Wednesday, February 15, 2012

Mortgage Loan Delinquencies Rise For Second Time Since 2009

Collections & Credit Risk | Wednesday, February 15, 2012

More homeowners were late with their loan payments in the last three months of 2011, the second quarter in a row that defaults increased, according to credit data giant TransUnion.

Serious mortgage delinquencies, loans on which borrowers were at least 60 days behind on payments, rose to 6.01% in the fourth quarter from 5.88% in the previous quarter.

The increases in those two quarters followed nearly two years of decline.

"To see that, quarter over quarter, fewer homeowners were able to make their mortgage payments is not welcome news," said Tim Martin, group vice president of U.S. housing in TransUnion's financial services business unit.

Between the third and fourth quarters of 2011, all but 13 states experienced increases in their mortgage delinquency rates. On a more granular level, 64% of metropolitan areas saw increases in their mortgage delinquency rates in Q4 2011. This is the same percentage as found in Q3 2011, but up from Q2 2011 when only 21% of MSAs experienced an increase.

Martin said seasonal factors were partly responsible for the increase “perhaps explained by borrowers balancing holiday spending versus debt payments.” In addition, falling housing prices exacerbated negative equity, where homeowners owe more than their houses are worth, while high unemployment and reduced income “can affect borrowers’ ability and willingness to pay their mortgages,” he said.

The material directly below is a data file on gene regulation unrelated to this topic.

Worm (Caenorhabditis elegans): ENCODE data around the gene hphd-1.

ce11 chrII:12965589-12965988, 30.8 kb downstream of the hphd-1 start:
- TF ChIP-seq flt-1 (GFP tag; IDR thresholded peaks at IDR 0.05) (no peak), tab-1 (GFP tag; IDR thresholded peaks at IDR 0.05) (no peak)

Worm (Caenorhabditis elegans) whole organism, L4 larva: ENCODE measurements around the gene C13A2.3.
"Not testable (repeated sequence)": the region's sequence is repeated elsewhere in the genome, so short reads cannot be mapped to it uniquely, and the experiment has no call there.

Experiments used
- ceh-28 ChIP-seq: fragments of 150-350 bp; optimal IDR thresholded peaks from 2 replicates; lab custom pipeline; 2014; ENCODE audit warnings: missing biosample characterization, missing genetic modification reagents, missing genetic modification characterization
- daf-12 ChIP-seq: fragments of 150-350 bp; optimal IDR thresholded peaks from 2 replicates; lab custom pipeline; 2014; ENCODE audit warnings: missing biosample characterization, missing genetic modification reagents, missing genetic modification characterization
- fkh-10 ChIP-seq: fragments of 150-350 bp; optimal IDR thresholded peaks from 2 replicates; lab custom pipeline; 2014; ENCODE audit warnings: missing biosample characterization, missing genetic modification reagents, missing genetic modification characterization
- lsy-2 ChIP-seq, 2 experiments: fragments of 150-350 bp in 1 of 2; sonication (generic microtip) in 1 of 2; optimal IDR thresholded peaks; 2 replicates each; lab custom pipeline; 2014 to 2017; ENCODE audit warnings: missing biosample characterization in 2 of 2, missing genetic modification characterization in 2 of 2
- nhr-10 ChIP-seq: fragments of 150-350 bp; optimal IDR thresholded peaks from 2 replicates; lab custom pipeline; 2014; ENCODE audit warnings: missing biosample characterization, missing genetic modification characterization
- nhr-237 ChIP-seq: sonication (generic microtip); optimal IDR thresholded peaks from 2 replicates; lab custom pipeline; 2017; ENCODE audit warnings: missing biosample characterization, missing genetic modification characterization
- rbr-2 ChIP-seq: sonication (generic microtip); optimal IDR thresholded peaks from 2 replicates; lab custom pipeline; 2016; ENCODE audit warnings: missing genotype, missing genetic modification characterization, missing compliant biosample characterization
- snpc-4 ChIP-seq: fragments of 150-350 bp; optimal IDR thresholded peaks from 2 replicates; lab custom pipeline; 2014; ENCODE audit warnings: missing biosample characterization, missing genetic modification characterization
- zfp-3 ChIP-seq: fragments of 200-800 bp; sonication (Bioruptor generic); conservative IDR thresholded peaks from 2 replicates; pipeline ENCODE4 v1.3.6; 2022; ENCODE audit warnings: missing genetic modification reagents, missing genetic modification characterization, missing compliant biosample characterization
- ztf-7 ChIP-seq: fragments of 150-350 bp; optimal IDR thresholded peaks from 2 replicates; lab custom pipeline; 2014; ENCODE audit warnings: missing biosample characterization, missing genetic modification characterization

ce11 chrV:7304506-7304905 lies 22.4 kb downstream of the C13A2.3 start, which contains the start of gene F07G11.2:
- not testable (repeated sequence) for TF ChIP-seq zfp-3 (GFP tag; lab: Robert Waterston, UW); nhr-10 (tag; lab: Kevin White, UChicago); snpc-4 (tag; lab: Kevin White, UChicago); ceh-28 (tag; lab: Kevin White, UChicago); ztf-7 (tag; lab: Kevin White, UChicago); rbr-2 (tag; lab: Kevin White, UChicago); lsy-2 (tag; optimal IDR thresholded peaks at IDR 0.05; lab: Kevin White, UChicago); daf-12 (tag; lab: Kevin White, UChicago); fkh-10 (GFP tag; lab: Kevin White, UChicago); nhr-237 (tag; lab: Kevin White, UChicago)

Delinquencies were down compared with the fourth quarter of 2010, when the rate was 6.41%.

“While it is certainly good to see the rate dropping, at this pace it will take a very long time for mortgage delinquencies to get back to normal," Martin said. 

California’s delinquency rate was 7.14%, ranking fifth among states after Florida (14.27%), Nevada (12.08%), New Jersey (8.32%) and Arizona (7.5%).

TransUnion said mortgage delinquencies probably will increase for the next quarter or two “as some consumers are not able to, or decide not to, repay their mortgage debt obligations in light of the uncertain economic outlook.”

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